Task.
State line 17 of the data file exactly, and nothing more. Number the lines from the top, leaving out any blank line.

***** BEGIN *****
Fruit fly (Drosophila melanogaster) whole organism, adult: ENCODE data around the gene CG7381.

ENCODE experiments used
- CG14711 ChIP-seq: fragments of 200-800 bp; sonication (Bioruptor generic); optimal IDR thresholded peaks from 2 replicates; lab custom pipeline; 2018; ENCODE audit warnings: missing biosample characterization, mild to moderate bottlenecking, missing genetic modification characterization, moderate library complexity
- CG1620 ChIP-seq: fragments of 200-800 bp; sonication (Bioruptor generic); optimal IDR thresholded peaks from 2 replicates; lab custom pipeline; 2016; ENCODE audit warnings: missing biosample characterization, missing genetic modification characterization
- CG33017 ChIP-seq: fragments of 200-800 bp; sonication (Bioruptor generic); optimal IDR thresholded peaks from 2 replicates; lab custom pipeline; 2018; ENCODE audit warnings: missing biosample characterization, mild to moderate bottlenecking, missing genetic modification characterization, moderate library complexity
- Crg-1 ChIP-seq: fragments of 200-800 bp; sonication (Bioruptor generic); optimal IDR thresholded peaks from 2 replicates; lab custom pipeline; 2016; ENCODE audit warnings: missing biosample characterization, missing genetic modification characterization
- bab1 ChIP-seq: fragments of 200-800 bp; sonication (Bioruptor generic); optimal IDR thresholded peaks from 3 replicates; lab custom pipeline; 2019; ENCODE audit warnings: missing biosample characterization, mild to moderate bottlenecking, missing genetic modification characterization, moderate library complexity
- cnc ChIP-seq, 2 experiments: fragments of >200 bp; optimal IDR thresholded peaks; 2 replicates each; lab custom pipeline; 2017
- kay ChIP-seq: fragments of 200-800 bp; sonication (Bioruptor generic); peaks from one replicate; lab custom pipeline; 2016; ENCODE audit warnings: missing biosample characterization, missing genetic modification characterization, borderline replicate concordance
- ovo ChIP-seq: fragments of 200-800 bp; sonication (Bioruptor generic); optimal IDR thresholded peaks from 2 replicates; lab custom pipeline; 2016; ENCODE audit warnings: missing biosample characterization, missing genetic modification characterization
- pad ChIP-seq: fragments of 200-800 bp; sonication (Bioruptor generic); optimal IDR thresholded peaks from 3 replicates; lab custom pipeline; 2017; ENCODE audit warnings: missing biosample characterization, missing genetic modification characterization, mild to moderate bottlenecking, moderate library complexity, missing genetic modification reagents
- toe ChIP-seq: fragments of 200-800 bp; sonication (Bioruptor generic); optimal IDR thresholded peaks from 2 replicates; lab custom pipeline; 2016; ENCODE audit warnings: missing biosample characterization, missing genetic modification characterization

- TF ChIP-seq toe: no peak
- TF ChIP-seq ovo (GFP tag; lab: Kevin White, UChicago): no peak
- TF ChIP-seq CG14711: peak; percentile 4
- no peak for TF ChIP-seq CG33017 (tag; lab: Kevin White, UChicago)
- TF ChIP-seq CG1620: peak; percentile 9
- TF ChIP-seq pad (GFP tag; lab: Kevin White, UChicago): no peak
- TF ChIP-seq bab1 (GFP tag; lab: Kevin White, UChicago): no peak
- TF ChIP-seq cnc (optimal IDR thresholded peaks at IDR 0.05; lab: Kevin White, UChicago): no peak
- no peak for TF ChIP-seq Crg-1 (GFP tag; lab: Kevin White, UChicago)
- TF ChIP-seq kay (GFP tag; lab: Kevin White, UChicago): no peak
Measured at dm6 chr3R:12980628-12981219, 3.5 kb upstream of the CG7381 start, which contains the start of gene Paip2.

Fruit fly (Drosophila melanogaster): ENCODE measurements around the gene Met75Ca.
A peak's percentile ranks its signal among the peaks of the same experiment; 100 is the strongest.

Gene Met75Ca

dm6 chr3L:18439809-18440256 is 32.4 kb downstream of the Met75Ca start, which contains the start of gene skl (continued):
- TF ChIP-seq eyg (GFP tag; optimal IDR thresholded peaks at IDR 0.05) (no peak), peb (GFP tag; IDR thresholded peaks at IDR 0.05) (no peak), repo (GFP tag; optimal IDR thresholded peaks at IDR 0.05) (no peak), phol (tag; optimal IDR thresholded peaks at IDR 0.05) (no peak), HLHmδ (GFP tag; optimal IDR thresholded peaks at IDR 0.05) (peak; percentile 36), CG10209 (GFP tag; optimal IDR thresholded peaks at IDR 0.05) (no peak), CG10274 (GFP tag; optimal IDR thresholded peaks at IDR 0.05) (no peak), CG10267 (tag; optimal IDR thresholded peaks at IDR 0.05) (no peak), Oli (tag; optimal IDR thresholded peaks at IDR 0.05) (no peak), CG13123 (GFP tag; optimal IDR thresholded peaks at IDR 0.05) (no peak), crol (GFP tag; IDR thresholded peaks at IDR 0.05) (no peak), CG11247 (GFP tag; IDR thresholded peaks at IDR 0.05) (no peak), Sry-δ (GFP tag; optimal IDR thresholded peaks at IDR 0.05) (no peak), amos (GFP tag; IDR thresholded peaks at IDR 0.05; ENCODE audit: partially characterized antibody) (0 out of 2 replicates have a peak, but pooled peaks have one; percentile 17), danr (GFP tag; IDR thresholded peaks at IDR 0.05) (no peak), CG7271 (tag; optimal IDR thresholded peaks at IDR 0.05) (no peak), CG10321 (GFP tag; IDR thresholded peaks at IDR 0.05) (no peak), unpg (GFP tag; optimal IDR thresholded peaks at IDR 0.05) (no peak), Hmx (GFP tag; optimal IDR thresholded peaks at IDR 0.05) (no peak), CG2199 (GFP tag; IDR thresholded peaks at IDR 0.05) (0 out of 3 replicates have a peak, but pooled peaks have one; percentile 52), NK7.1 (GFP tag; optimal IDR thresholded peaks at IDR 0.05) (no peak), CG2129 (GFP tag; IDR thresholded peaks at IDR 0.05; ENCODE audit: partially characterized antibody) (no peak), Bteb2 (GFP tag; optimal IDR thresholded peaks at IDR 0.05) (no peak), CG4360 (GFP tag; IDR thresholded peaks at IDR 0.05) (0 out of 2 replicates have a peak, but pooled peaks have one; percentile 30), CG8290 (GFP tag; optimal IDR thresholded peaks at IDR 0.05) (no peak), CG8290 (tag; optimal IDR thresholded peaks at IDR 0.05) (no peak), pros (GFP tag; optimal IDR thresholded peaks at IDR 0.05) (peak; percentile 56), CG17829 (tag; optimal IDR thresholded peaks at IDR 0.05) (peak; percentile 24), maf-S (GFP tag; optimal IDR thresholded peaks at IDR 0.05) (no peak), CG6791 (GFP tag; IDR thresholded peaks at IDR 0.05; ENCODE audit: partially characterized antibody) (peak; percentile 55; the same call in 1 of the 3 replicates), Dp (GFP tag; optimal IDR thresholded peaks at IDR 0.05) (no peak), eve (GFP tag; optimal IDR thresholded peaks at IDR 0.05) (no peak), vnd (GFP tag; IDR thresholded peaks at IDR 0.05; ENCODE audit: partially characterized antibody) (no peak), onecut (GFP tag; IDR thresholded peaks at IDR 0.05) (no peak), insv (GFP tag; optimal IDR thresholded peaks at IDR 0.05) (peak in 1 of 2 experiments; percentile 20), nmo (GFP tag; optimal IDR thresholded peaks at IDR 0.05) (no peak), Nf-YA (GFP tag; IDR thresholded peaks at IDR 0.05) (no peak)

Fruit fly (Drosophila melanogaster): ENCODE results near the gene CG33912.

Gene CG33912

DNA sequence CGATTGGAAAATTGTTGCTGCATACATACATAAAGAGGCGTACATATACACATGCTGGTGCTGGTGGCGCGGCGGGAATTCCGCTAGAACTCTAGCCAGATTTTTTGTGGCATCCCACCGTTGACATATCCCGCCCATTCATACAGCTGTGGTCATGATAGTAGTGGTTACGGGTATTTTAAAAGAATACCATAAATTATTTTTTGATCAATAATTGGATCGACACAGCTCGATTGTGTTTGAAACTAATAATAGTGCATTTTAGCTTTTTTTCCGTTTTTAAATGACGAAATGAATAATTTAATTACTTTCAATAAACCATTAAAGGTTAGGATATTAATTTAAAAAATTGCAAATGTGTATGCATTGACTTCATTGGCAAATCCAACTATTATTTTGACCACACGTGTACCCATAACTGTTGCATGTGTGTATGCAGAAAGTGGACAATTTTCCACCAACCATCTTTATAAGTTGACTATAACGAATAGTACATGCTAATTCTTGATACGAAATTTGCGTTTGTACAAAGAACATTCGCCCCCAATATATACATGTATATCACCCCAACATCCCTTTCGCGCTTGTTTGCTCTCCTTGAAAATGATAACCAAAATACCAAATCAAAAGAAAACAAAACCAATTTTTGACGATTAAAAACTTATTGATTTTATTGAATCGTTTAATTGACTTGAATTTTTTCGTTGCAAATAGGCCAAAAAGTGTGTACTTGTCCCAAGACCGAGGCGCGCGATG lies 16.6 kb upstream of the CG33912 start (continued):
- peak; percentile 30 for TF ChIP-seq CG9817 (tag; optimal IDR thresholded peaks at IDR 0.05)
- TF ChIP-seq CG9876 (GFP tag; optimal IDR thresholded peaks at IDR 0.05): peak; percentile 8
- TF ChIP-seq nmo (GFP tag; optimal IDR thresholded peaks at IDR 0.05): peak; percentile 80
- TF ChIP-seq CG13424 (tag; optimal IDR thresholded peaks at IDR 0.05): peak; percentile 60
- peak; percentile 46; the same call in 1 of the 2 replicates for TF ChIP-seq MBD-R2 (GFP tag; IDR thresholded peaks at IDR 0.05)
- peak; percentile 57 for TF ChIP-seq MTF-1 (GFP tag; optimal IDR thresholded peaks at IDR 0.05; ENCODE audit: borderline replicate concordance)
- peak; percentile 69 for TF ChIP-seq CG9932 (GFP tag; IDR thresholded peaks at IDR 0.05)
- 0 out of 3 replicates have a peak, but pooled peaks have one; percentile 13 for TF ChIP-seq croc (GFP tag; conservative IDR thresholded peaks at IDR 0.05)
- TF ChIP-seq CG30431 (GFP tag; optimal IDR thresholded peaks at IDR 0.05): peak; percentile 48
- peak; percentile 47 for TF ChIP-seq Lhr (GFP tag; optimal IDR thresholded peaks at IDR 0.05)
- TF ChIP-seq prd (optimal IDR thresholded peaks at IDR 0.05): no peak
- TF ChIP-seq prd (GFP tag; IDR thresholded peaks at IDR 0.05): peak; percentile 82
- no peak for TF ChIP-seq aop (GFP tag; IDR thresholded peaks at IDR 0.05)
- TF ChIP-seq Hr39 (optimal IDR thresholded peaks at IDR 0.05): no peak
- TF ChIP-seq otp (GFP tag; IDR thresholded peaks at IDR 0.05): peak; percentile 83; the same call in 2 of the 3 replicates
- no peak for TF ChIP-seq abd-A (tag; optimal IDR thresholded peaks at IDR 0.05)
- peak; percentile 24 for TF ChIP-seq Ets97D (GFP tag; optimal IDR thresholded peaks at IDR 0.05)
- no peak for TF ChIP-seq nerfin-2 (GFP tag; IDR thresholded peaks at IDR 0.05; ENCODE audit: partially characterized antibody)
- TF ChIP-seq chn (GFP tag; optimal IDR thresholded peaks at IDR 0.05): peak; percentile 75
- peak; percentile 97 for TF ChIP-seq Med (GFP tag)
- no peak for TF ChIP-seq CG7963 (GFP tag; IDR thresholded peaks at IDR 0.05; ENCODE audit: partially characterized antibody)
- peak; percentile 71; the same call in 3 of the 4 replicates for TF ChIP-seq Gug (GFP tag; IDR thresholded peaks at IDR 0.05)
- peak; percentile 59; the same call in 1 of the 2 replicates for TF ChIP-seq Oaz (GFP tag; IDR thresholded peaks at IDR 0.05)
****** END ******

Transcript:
- TF ChIP-seq CG1620: peak; percentile 9